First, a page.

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—Dr. Sam Smith is the organizer of Butterfly Ministries and can be reached at

“Though the fig tree does not bud and there are no grapes on the vines, though the olive crop fails and the fields produce no food, though there are no sheep in the pen and no cattle in the stalls, yet I will rejoice in the Lord, I will be joyful in God my Savior.” Habakkuk 3:17-18

It is easy to praise God in the good times, isn’t it? When our health is good, our bank account balances, the kids and the spouse are behaving (the fig tree buds and the vines have grapes), we sing praise and shout to the Lord.

But when thing are not running smoothly, it is a different story. As much as we would love to say that we rejoice in the bad times, let’s be honest — we usually don’t. We seldom hear anyone say, “Thank you, Lord, that my air conditioner went out. Thank you for that car wreck last week. I praise you, Lord, that I lost my job, my house and my car. I am so grateful, Father, that I broke my leg.”

How many praise songs have lyrics that proclaim, “I love you, Lord, that my wife ran off. Or, I praise you, Lord, that I lost my job.” Although those circumstances make for good country songs, they really don’t make us feel like praising and rejoicing. You get the point. It is not our nature to rejoice in the Lord when things go wrong.

Habakkuk proclaimed just the opposite. He said he would rejoice and be joyful, even in the hard times. Why could Habakkuk rejoice in the worst of times? If we read verse 19 in the third chapter, we find the answer, “The Sovereign Lord is my strength, He makes my feet like the feet of a deer, He enables me to go on the heights.” Habakkuk had developed a strong, unwavering faith in his God. He knew that God “would never leave nor forsake him.”

How did he develop such a faith? He had seen what God could, and would, do for those who love Him. He had learned what James would teach, “Consider it pure joy, my brothers, whenever you face trials of many kinds, because you know that the testing of your faith develops perseverance.” James 1:2-3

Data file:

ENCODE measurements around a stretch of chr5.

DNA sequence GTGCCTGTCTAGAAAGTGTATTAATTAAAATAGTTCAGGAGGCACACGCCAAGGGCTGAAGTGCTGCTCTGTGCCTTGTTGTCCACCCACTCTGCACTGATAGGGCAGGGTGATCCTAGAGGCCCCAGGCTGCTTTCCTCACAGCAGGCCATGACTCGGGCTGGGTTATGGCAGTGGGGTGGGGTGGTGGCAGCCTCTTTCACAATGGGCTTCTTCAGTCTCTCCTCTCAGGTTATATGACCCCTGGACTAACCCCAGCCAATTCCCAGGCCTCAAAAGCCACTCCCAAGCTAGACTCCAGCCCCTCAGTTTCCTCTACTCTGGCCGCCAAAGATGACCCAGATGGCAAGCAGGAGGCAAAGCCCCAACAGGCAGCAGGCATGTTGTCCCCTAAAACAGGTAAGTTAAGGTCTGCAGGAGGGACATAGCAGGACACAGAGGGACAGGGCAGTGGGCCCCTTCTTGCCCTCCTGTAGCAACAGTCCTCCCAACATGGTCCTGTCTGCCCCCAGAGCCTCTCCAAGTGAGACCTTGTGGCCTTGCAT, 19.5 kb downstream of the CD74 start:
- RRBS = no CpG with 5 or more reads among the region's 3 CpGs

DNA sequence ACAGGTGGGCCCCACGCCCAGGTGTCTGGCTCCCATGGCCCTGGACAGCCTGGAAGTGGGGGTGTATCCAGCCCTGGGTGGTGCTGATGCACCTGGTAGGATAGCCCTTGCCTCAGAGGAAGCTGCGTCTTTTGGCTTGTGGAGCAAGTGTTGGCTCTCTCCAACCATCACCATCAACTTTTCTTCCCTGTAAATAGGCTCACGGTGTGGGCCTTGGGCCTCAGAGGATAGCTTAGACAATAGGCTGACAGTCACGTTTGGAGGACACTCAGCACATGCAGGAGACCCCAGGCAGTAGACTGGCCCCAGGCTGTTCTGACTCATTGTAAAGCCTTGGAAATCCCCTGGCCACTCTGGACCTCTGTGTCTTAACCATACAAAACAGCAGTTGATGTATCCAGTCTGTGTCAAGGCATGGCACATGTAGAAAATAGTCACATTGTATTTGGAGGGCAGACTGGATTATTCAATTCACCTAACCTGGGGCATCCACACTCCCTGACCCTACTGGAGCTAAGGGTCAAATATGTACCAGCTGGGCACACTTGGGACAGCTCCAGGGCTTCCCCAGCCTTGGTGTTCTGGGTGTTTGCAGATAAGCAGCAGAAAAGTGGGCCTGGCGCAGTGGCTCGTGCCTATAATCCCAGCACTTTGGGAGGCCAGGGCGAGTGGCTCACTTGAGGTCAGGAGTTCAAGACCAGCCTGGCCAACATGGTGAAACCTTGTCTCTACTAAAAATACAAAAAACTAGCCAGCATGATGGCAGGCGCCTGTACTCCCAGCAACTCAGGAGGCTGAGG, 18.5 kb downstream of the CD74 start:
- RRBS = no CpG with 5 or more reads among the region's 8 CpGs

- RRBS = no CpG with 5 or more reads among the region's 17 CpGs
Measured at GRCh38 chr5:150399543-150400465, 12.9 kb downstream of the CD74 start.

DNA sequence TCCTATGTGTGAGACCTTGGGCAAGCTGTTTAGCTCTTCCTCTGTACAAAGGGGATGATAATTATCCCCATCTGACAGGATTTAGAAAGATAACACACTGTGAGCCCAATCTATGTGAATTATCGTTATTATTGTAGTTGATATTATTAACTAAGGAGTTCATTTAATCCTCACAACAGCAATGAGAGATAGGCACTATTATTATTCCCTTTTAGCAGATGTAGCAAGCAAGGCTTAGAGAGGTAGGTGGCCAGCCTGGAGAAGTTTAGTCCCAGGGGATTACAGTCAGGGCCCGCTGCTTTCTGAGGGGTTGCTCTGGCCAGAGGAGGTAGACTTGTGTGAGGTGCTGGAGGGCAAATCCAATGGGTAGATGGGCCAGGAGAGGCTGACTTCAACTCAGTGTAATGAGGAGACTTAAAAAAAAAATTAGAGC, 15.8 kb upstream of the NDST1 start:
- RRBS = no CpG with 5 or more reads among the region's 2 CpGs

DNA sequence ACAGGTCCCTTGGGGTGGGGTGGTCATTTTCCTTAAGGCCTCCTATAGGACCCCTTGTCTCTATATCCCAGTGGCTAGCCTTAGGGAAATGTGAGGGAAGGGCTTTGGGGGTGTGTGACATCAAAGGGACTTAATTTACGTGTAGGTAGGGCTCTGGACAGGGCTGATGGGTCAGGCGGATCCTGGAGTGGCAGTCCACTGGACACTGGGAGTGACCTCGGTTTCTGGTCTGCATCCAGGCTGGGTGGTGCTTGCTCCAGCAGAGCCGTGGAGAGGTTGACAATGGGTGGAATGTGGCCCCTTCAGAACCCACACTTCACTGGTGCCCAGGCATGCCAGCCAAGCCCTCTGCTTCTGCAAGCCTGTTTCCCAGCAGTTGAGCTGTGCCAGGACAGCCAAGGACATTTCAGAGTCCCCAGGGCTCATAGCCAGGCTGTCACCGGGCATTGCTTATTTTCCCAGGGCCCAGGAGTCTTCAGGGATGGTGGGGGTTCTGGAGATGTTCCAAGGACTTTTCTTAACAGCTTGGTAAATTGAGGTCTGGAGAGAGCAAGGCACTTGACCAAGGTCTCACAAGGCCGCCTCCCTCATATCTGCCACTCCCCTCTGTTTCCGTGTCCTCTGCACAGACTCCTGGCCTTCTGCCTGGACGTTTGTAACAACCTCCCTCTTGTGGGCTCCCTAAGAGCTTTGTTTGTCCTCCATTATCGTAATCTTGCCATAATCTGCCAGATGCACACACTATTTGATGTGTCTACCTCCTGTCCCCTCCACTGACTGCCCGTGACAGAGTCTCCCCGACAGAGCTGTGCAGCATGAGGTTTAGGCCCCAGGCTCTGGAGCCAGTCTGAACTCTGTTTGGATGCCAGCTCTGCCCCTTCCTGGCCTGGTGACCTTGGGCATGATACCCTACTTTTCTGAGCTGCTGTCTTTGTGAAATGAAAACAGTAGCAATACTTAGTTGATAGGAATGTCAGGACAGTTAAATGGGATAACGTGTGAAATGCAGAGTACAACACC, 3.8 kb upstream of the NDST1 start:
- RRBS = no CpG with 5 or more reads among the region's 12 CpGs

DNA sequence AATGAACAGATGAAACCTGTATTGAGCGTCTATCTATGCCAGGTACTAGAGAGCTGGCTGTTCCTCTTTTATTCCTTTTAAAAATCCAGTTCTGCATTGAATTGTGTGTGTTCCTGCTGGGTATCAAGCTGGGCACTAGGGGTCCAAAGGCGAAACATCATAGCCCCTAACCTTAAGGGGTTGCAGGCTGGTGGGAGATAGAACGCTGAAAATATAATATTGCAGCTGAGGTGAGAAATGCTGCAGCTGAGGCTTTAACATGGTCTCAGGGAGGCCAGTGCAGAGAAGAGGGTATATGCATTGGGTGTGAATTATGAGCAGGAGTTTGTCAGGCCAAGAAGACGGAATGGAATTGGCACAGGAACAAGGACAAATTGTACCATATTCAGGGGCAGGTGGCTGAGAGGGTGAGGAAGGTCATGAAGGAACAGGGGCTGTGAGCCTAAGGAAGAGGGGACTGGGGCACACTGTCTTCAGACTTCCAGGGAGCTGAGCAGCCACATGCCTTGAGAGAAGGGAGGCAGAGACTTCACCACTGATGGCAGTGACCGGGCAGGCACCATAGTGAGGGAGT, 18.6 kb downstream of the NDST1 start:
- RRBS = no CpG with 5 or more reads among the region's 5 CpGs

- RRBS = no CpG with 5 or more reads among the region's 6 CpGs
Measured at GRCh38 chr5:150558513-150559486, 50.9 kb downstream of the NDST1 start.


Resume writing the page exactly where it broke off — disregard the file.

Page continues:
We have the same opportunities to grow our faith as Habakkuk and James had. Who among us has not suffered and endured tragedy and pain, and who among us have not seen the faithfulness of God? With each deliverance and “help in our greatest time of need,” our faith should grow. If we allow our hardships to turn us away from God, then we are falling into the enemy’s traps. If you are angry or feel disappointed that God allowed tragedy in your life, then you do not understand His sovereignty or His power. If you love God — if you follow Jesus Christ — there is nothing that God will not use for your good and His glory. Until you understand and own that truth, you will live at the mercy of a fallen world.

Jesus said that we will have trouble in this world, but we should take heart (be brave, rejoice) for He has overcome the world. John 16:33

We can develop the faith to rejoice and praise God, even in the worst of times. It is not easy, but it is an attainable goal, and one worthy of pursuing. It is the level of strength that will enable us to walk through this life without fear, knowing that our God is always with us. He loves us that much.

“And I am convinced that nothing can ever separate us from God’s love. Neither death nor life, neither angels nor demons, neither our fears for today nor our worries about tomorrow — not even the powers of hell can separate us from God’s love. No power in the sky above or in the earth below — indeed, nothing in all creation will ever be able to separate us from the love of God that is revealed in Christ Jesus our Lord.” Romans 8:38-39

“…those who hope in the Lord will renew their strength. They will soar on wings like eagles; they will run and not grow weary, they will walk and not be faint.” Isaiah 40:29-31

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— Dr. Sam Smith is the organizer of Butterfly Ministries and can be reached at